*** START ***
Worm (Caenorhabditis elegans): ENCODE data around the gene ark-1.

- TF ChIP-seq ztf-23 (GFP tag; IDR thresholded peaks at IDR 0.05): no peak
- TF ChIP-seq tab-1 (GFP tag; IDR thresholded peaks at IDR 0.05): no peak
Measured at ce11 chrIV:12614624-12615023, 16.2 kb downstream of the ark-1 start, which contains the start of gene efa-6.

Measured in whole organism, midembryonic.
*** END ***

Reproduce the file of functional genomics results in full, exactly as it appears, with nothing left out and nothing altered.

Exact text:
Worm (Caenorhabditis elegans): ENCODE data around the gene ark-1.

- TF ChIP-seq ztf-23 (GFP tag; IDR thresholded peaks at IDR 0.05): no peak
- TF ChIP-seq tab-1 (GFP tag; IDR thresholded peaks at IDR 0.05): no peak
Measured at ce11 chrIV:12614624-12615023, 16.2 kb downstream of the ark-1 start, which contains the start of gene efa-6.

Measured in whole organism, midembryonic.